Combatting ‘professional loneliness’

By Gemma Pettman Chart.PR

The internet is currently flooded with statistics about loneliness due, in part, to its being the theme for this year’s Mental Health Awareness Week.

One of the most striking stats comes from the Mental Health Foundation which reports one in four adults feel lonely some or all of the time. This is worrying and I certainly don’t want to diminish the mental and physical health impact of being isolated, but I find it reassuring to know that feelings of loneliness are quite common.

For me, loneliness is something I have experienced far more in my professional life than in my personal life (if there is even a divide between the two). The Mental Health Foundation statistic and, closer to home, the CIPR’s #PRinAPandemic report suggest that I’m not alone.

The CIPR’s report revealed practitioners were five times more likely to say that their mental health had deteriorated (during 2020/21) than improved. Is it a stretch to link this deterioration to loneliness? Possibly. But given the impact of the pandemic, the dramatically increased workload many comms pros faced as a result, and the effects of (in some cases, quickly hashed-together) remote working during uncertain times, it’s perhaps not an unreasonable connection to make.

One practitioner, Rob, told me he went from working in a busy office to spending long days in his spare room. A sense of isolation came over him very quickly: “I know I’m lucky I even have a spare room, but really, it wasn’t ideal,” Rob said. “I soon felt out of the loop and missed the corridor chats and interactions with my colleagues.”

Others started new jobs during the pandemic. One senior practitioner told me: “I have taken a much bigger communications leadership role in the last year, and I now understand the phrase 'it's lonely at the top'! When your colleagues look to you for guidance and direction, you can't confess your worries.

“I'm very happy to be honest about not knowing the answer, wanting to hear from them about the communications solution, but there is no one to hear your anxieties and give you reassurance that you're heading in the right direction.”

What about independent practitioners? Like me, Samantha has been self-employed for a long time. She has several different clients but mostly works alone and remotely. Even those of us used to spending lots of time on our own aren’t immune to feelings of isolation.

Samantha said: “Working as an independent consultant can be lonely, either totally working on your own with no back-up or if you are working as part of an in-house team you are always the outsider, even if they are the best team going. 

“It can get very lonely, even when you are surrounded by people.”

So how to tackle what I call ‘professional loneliness’. I shared some of the things I have done to combat it in this LinkedIn post. One of my suggestions was to find a network, such as the CIPR. The members I spoke to for this blog agreed.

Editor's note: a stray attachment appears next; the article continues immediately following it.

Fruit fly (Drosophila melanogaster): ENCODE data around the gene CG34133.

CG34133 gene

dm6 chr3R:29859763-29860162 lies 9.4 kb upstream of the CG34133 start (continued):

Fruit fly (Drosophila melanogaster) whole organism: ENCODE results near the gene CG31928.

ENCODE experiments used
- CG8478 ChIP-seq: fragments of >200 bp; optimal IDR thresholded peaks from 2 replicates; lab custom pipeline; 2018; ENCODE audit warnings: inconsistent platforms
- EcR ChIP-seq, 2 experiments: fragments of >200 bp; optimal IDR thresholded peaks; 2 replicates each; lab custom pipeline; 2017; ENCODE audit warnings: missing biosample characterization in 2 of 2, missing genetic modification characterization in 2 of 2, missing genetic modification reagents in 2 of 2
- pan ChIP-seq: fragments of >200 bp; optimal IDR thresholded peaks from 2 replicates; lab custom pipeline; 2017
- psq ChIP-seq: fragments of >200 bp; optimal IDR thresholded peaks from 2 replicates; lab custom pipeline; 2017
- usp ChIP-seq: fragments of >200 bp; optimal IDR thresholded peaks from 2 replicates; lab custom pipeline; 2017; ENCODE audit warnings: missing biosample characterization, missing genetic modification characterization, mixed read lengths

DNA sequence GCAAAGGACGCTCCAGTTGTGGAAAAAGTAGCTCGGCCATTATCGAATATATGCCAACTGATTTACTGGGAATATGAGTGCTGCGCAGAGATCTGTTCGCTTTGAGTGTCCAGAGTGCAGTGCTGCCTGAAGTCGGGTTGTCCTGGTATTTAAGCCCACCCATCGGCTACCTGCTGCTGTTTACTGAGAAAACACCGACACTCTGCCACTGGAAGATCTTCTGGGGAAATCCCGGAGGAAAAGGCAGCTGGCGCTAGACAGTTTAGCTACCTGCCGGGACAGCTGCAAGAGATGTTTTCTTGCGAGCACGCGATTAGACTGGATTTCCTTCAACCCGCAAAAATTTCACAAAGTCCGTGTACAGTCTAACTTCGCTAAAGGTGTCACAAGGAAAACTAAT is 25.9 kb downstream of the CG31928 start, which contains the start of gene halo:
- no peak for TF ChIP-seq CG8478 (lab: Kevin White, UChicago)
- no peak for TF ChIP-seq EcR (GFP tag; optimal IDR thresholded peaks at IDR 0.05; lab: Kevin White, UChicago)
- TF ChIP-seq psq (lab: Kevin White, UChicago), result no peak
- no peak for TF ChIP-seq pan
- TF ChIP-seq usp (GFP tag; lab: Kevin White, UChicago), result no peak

The senior practitioner with the new job said: “Being part of a professional network like the CIPR Not-for-Profit Group has meant that I can find professional peers outside of my workplace and who have faced similar challenges. It doesn't need to be an ongoing mentoring relationship, just spending time hearing about similar challenges (like how they've managed stakeholders or supported a team through change) has helped me feel less lonely.”

For Rob, remote work became progressively harder to manage and he considered calling the iprovision mental health hotline. The confidential line is provided by Health Assured and is run by qualified and experienced counsellors who operate within the British Association for Counselling and Psychotherapy's (BACP) framework.

In the end, he spoke to his supervisor about his concerns but said “just knowing there was potentially help on the end of the phone was reassuring.”

As an active volunteer and regular event attendee, Samantha has found her professional network has been positive for her personal life too. “To have people who understand the work issues, I decided to become more involved in the CIPR,” she said. “I’d been a member for a while, but never joined in, just sat on the sidelines. Wow, what a difference it made when I took the first steps to become involved. I felt I belonged. 

“For so long I’d complained about going to networking events and not knowing anyone. During the pandemic the Zoom meetings with the groups was definitely a highlight. Now I regularly attend the area networking events. I see the same faces, who I’ve gradually got to know, and I hope I could even say some are now friends.”

If loneliness is something you’re experiencing, take it from us, you’re not on your own. As a member of the CIPR there are various resources you can access from the mental health hotline to the wellbeing portal. You can also consider volunteering or attending group events to build your network.

There’s more on the CIPR’s wellbeing resources here and for more general information on loneliness and mental health, we suggest visiting the Mental Health Foundation’s Mental Health Awareness Week page.

Gemma Pettman is a Chartered PR practitioner and member of the CIPR’s Not-for-Profit committee.